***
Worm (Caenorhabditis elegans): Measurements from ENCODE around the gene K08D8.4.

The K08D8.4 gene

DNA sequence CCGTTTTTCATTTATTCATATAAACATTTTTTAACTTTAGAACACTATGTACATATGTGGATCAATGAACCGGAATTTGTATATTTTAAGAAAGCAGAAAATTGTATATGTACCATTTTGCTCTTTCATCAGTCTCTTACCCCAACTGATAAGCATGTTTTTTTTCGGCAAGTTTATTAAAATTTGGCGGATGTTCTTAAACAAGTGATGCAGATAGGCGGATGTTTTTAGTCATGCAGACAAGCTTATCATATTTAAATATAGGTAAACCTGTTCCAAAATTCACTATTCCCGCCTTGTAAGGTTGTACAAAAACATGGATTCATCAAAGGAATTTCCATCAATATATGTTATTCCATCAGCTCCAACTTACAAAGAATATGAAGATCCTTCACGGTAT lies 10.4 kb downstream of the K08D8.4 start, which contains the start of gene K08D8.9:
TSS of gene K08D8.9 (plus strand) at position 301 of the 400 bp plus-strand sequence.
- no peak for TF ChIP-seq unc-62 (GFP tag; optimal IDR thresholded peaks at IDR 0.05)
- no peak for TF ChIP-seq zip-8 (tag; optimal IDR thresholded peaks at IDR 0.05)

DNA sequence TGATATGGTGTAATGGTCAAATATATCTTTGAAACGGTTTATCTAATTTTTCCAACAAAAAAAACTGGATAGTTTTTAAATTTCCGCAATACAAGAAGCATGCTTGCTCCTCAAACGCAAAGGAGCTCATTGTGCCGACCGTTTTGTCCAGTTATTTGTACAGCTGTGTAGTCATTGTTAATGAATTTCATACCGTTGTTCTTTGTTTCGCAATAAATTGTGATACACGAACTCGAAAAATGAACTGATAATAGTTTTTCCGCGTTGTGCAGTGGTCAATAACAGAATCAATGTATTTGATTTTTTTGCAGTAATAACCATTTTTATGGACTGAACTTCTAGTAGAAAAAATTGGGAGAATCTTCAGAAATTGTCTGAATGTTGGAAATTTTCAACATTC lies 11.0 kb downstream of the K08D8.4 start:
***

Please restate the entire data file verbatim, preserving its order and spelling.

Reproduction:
Worm (Caenorhabditis elegans): Measurements from ENCODE around the gene K08D8.4.

The K08D8.4 gene

DNA sequence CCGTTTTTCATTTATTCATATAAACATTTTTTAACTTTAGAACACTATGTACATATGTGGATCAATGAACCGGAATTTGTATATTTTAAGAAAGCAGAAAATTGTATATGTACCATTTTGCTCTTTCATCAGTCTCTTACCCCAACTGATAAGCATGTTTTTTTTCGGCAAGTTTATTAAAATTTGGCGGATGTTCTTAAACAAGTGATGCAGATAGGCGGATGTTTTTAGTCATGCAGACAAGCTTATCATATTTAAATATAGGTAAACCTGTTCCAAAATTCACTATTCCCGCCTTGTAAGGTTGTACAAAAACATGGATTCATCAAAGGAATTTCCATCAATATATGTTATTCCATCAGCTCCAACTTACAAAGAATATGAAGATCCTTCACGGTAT lies 10.4 kb downstream of the K08D8.4 start, which contains the start of gene K08D8.9:
TSS of gene K08D8.9 (plus strand) at position 301 of the 400 bp plus-strand sequence.
- no peak for TF ChIP-seq unc-62 (GFP tag; optimal IDR thresholded peaks at IDR 0.05)
- no peak for TF ChIP-seq zip-8 (tag; optimal IDR thresholded peaks at IDR 0.05)

DNA sequence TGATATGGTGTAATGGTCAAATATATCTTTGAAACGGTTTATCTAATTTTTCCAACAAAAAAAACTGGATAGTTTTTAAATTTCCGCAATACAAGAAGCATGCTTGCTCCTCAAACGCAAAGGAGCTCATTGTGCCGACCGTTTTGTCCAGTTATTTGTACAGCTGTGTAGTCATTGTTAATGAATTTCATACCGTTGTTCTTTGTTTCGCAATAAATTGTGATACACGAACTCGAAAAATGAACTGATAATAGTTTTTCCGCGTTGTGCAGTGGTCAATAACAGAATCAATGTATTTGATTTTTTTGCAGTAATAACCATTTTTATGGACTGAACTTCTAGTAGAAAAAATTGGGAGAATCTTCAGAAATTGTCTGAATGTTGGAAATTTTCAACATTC lies 11.0 kb downstream of the K08D8.4 start: